Because more equal societies work better for everyone

Drivers

Drivers

What factors have led to this increase in inequality in the UK?

 

Your experiences in childhood make a substantial difference to your pay as an adult. Test scores of 5-6 year olds are strongly linked with pay at 27, the likelihood of attending a university and the probability of owning a home. The standard of a child's education in primary and secondary school also affects their likelihood of attending university.
Global movement of labour and trade have led to an increase in inequality within developed countries. Immigration decreases wages of low paid people by a small amount (up to approximately £25 per year) and increases the pay of those already on high salaries, while trade liberalisation leads to an increase in foreign competition which decreases the wages of low-skilled workers.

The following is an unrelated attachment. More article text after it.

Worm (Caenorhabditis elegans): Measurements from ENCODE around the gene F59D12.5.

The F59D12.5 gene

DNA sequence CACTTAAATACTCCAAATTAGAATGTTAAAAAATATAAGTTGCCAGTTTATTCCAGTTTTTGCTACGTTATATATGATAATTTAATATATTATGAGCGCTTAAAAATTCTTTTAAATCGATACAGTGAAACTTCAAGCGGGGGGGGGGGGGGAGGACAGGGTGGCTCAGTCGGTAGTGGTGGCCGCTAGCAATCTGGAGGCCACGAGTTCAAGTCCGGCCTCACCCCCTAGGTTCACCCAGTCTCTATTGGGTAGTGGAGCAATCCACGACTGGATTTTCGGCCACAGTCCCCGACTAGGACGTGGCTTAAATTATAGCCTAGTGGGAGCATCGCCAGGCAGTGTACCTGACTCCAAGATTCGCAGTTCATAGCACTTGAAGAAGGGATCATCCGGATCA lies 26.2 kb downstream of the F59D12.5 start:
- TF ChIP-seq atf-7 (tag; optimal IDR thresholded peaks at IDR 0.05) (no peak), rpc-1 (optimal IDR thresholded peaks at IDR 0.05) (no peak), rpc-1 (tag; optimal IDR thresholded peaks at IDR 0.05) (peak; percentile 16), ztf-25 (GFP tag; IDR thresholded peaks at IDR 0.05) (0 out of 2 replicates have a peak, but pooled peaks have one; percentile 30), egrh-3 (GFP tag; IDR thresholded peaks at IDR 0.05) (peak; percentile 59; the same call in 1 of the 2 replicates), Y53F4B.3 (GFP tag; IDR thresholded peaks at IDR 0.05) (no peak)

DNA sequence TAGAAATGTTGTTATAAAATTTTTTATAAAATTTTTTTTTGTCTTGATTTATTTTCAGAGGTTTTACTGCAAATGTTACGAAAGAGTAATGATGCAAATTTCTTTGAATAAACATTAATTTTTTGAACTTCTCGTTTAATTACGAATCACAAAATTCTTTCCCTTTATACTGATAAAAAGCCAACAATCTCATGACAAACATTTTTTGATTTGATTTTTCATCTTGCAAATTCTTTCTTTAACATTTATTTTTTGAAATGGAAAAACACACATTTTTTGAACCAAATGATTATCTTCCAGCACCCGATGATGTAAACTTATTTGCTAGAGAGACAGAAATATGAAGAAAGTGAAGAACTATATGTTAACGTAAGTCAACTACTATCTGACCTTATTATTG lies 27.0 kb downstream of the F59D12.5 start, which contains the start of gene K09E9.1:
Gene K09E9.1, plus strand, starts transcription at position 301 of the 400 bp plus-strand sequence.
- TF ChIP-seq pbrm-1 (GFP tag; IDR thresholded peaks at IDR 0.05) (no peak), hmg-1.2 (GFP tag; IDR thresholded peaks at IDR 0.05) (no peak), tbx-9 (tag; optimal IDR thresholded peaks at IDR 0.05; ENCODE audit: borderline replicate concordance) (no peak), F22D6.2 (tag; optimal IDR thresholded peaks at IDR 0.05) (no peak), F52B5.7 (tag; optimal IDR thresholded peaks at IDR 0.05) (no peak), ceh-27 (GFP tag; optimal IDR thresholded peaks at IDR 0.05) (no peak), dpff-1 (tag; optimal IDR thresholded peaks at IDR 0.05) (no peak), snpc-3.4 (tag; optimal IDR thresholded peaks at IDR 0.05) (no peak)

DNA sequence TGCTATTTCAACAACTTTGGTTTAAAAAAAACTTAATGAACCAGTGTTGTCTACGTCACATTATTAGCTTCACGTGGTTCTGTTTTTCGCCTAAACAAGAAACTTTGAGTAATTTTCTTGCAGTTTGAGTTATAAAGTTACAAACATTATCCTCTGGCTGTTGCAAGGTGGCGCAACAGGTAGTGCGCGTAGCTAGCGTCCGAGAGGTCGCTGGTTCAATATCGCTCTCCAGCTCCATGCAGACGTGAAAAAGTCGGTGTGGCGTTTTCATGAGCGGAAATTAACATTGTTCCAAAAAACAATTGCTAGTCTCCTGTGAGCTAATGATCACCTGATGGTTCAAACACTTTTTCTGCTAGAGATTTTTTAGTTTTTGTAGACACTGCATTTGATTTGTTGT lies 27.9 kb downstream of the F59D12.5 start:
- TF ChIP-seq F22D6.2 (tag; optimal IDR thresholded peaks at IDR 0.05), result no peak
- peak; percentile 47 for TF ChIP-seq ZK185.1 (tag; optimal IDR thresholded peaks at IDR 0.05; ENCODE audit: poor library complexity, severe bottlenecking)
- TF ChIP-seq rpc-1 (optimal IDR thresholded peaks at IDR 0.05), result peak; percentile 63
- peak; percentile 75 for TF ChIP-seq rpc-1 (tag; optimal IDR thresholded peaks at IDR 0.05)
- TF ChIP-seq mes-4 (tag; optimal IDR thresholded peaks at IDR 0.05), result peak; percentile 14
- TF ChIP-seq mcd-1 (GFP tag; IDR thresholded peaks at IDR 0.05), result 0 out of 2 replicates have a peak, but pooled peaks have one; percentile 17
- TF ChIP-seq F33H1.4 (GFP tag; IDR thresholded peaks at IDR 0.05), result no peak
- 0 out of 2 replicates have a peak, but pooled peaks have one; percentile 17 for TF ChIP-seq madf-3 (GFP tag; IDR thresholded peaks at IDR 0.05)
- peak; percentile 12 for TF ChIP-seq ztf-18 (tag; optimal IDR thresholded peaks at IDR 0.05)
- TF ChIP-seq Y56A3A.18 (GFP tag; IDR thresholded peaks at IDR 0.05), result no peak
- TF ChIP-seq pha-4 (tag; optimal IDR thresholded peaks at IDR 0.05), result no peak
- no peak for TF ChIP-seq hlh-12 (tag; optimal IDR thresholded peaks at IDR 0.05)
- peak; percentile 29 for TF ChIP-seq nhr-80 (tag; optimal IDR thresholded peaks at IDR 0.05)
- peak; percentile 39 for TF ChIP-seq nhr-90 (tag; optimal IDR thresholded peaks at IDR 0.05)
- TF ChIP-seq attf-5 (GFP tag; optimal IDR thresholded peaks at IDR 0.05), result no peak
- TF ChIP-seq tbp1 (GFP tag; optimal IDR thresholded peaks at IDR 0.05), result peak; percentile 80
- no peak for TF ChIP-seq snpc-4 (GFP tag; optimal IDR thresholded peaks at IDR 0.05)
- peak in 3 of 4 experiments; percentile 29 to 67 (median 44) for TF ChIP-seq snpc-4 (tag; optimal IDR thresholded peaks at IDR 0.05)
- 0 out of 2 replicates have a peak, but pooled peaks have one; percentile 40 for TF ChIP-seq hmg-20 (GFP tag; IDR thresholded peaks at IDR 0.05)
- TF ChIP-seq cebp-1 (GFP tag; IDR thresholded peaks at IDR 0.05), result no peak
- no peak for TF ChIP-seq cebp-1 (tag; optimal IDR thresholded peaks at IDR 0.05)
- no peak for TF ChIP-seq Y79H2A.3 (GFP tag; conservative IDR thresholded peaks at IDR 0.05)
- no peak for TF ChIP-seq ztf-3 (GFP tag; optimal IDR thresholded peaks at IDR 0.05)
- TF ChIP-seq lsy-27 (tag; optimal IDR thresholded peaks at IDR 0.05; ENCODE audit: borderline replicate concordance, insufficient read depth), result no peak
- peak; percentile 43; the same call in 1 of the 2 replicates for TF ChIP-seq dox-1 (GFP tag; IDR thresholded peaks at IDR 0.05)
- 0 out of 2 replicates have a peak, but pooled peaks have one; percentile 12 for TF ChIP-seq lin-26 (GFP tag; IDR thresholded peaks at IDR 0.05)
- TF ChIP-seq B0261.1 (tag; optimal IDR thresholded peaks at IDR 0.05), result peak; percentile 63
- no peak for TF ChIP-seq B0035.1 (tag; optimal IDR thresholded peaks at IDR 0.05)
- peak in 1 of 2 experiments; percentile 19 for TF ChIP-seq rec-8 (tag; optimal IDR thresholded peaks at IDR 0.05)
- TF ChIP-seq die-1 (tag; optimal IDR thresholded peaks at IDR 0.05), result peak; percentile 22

Although technology advancement has in many ways made our lives easier, it has also altered the types of jobs available and the amount they pay. It has led to a decrease in the number of skilled trade jobs, pushing some people towards lower skilled, lower paid work and has caused an increase in professional and technical jobs (which tend to have higher wages). Technology also allows companies with few employees to make profits and therefore accrue very high incomes.
The political system of the country you live in can affect its levels of inequality. Democracy, trade unions and the introduction of the minimum wage have all been found to decrease inequality.
Inequality is passed down from parents to children. In the UK, the impact of family income on a child's future income has increased over time. Today, 50% of a parent's pay advantage is passed onto their children in the UK compared to just 15-25% in Nordic countries.

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